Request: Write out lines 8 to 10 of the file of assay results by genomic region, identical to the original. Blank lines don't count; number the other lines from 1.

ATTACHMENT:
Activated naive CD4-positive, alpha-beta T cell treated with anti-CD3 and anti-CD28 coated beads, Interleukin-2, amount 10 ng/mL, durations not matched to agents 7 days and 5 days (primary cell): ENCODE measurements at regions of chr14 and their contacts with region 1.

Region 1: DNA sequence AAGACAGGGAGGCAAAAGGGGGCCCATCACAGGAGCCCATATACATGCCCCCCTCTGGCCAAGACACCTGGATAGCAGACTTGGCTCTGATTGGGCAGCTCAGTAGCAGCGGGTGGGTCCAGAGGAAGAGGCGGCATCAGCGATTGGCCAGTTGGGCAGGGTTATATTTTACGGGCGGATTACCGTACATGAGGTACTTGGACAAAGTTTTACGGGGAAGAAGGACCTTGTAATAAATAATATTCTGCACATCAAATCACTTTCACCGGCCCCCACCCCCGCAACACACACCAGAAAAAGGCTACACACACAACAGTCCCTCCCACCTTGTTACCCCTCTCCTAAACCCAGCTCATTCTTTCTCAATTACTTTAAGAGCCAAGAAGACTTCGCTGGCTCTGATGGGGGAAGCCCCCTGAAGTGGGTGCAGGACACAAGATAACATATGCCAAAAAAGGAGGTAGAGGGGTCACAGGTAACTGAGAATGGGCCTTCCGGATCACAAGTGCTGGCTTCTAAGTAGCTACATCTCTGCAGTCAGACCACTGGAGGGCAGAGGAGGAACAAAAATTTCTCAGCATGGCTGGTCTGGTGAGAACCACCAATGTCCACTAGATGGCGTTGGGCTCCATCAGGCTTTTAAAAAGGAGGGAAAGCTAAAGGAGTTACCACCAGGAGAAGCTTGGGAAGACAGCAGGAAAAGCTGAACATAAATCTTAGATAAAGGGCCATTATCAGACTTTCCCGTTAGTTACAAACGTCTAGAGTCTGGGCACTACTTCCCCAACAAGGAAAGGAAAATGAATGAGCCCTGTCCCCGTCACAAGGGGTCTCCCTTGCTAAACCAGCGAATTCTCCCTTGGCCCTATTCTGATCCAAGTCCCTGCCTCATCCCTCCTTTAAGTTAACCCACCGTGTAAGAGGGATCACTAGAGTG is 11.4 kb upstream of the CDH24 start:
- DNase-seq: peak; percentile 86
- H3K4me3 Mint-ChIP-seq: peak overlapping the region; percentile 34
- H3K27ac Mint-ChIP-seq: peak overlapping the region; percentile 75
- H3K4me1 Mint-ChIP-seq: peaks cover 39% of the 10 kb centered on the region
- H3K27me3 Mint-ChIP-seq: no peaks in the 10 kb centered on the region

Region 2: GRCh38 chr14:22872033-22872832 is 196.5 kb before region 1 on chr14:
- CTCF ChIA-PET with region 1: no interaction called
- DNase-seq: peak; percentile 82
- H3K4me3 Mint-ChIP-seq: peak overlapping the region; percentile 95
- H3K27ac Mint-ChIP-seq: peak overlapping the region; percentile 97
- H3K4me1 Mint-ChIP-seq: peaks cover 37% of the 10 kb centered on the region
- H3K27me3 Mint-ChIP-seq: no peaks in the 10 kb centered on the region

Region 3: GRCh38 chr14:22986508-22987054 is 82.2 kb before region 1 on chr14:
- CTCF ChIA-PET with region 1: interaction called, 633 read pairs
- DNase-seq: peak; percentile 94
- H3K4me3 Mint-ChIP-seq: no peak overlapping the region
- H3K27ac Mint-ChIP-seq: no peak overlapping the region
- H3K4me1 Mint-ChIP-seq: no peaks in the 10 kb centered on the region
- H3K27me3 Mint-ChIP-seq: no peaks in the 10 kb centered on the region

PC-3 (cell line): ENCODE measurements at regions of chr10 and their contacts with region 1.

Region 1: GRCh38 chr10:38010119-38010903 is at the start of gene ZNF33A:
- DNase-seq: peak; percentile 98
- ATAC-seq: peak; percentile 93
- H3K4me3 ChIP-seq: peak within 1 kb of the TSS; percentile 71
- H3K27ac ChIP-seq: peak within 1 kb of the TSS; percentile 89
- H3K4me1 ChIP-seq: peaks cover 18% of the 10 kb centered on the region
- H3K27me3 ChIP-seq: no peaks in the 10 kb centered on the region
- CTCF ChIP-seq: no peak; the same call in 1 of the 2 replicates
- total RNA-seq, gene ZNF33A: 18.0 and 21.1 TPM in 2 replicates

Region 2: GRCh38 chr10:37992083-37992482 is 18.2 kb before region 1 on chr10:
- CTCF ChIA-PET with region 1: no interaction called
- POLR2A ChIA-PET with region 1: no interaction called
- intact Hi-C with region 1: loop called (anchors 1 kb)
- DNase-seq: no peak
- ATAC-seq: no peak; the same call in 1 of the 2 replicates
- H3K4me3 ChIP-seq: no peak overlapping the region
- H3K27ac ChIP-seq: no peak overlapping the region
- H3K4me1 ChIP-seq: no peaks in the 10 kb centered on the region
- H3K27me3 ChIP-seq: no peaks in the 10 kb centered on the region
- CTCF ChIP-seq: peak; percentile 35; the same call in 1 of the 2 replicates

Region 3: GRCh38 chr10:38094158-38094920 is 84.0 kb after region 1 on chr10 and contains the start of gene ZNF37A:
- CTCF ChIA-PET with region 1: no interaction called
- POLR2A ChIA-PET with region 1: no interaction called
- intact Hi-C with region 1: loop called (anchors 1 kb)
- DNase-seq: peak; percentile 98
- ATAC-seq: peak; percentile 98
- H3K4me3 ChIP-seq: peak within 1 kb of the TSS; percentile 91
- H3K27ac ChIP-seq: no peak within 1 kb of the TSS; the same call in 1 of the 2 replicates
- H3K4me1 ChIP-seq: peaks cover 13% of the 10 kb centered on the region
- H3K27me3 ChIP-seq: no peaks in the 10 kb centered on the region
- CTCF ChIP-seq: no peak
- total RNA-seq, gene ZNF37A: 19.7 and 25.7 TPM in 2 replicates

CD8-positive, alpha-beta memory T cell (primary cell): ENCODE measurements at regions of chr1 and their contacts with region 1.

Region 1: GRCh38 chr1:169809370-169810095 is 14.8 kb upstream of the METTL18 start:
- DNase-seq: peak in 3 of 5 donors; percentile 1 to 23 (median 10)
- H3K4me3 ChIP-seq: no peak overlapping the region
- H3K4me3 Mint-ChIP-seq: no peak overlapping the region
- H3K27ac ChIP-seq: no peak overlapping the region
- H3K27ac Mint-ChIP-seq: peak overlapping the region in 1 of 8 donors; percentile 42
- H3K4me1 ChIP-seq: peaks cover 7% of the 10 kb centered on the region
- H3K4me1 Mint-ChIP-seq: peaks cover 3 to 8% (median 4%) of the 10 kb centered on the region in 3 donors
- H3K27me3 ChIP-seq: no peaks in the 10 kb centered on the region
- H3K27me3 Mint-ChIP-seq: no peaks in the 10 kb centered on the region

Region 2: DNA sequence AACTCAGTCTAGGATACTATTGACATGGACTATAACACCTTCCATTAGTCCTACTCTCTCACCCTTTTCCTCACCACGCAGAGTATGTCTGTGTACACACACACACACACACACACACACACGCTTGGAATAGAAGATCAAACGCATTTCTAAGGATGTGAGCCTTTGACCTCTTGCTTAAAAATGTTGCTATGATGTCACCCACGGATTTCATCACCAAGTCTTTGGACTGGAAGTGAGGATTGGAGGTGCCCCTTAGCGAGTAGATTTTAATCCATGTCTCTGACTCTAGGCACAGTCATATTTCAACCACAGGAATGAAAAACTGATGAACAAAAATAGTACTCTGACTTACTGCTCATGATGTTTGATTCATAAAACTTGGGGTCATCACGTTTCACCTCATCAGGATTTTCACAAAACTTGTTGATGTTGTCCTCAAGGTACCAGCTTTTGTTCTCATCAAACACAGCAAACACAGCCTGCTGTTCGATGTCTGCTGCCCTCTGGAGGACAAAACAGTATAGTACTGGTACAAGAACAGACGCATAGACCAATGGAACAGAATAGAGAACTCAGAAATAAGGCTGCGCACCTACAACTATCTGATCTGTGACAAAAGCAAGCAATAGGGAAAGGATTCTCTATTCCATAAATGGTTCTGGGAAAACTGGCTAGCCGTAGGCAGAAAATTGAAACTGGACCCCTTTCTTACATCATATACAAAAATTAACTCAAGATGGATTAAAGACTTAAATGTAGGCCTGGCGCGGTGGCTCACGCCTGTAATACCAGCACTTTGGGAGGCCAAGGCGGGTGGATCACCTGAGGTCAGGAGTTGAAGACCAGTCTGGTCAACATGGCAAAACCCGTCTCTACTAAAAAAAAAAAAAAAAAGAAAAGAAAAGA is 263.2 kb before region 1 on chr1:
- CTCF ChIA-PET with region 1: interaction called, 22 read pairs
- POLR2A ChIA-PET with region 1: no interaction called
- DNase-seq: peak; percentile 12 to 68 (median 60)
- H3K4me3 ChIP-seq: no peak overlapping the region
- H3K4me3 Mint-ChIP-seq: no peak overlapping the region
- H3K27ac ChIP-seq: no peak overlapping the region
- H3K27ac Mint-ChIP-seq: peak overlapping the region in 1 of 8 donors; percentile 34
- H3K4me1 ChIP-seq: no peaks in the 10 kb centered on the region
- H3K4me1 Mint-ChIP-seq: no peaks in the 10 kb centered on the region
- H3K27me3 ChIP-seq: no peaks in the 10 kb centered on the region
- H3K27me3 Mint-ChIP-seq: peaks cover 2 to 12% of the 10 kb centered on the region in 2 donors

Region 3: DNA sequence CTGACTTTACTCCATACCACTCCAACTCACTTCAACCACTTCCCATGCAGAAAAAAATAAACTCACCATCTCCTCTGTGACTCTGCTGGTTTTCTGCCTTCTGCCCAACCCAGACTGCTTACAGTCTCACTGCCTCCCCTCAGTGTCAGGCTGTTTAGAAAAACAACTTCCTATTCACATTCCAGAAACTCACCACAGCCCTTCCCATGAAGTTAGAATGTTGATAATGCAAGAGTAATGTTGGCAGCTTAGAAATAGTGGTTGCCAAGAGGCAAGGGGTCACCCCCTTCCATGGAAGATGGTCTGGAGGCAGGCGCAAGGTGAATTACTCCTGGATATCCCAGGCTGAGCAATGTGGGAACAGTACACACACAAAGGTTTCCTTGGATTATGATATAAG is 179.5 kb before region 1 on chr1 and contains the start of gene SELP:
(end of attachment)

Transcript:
Region 2: GRCh38 chr14:22872033-22872832 is 196.5 kb before region 1 on chr14:
- CTCF ChIA-PET with region 1: no interaction called
- DNase-seq: peak; percentile 82